Journal or Book Title
Gender & Society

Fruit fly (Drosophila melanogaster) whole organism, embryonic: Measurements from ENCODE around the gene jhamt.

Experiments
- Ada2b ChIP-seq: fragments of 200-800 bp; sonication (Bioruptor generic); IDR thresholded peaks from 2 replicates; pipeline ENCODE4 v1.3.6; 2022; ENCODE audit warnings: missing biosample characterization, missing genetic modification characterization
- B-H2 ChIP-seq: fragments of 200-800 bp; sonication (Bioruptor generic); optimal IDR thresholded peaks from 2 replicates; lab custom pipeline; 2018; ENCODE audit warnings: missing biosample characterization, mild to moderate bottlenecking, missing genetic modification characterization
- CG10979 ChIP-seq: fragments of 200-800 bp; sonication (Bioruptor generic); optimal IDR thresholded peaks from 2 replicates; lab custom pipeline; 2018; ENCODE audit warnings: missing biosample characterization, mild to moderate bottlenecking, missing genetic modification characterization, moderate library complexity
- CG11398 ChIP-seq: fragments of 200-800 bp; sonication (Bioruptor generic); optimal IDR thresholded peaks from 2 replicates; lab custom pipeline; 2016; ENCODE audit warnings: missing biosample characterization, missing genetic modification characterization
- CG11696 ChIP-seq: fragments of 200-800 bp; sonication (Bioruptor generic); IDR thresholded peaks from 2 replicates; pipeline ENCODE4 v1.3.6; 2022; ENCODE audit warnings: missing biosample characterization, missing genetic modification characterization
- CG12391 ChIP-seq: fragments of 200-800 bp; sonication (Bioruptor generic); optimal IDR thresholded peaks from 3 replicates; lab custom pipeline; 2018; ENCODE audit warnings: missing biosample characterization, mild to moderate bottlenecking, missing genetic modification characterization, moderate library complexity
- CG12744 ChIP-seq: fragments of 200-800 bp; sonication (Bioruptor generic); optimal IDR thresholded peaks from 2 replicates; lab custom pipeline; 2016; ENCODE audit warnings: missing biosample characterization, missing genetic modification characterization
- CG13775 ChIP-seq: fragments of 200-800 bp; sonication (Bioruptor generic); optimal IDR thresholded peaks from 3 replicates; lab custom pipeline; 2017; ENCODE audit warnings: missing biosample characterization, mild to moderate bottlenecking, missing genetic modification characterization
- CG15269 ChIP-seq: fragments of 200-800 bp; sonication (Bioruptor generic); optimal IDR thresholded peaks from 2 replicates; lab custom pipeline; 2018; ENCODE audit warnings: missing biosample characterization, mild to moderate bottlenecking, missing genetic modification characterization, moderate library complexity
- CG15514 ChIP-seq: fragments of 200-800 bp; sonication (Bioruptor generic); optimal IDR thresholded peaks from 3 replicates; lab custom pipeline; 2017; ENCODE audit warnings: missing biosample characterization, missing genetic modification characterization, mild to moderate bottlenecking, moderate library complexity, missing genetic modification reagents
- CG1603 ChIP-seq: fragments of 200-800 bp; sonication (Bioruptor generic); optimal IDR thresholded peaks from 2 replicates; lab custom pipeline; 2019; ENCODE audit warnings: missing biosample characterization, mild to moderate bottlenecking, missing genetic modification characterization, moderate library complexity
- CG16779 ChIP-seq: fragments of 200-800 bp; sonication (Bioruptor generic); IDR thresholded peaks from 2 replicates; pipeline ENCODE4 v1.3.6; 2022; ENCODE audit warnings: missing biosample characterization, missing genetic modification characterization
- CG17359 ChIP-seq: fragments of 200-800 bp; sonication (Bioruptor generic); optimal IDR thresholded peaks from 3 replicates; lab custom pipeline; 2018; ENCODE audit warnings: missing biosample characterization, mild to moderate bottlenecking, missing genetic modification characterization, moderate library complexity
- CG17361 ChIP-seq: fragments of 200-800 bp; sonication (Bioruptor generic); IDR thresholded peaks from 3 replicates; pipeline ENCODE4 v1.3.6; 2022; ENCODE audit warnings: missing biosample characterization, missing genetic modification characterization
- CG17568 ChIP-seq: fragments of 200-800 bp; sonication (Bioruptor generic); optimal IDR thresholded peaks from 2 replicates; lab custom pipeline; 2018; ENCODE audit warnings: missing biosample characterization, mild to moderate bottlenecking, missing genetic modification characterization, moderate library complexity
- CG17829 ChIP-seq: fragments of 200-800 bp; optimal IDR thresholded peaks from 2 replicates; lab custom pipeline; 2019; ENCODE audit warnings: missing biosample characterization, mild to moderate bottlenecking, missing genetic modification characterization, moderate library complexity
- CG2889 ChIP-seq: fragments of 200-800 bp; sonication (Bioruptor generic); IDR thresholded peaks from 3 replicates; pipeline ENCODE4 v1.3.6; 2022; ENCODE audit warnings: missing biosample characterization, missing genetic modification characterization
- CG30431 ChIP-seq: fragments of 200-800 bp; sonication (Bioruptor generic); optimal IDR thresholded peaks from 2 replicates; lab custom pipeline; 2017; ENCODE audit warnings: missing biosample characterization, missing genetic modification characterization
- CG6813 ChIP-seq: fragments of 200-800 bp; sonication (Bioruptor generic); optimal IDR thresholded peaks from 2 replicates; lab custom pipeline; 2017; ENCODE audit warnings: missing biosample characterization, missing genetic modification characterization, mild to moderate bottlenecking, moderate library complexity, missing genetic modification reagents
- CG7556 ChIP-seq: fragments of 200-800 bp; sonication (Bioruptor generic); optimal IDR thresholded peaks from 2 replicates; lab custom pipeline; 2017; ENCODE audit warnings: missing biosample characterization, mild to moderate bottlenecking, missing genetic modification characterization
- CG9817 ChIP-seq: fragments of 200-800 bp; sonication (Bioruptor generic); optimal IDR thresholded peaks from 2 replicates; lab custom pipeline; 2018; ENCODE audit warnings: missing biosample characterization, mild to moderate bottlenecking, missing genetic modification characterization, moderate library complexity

Drawing on 68 interviews with South Korean students at elite U.S. colleges, this article examines the intersectional power of gender and class in elite transnational parenting—a family strategy for class reproduction. Well-educated, stay-at-home mothers intensively managed their children’s school activities, often relying on gender-segregated networks, mostly during early school years. By contrast, cosmopolitan professional fathers heavily engaged in guiding their children’s education abroad and career preparation in later years, using their class resources (i.e., English proficiency, professional careers, and social networks of other elites). In high-achieving children’s narratives, mothers’ lifelong care for and management of their private life was undervalued and criticized, while fathers’ growing involvement in their higher education and career was highly valued and appreciated. The elite fathers’ occasional yet detailed involvement challenges the dichotomy that has long stereotyped Korean—or East Asian—mothers as overinvolved and fathers as distant in their children’s lives, especially with regard to education. Gender, through intensive parenting, reinforces and reproduces class disparity between elite couples and within their families.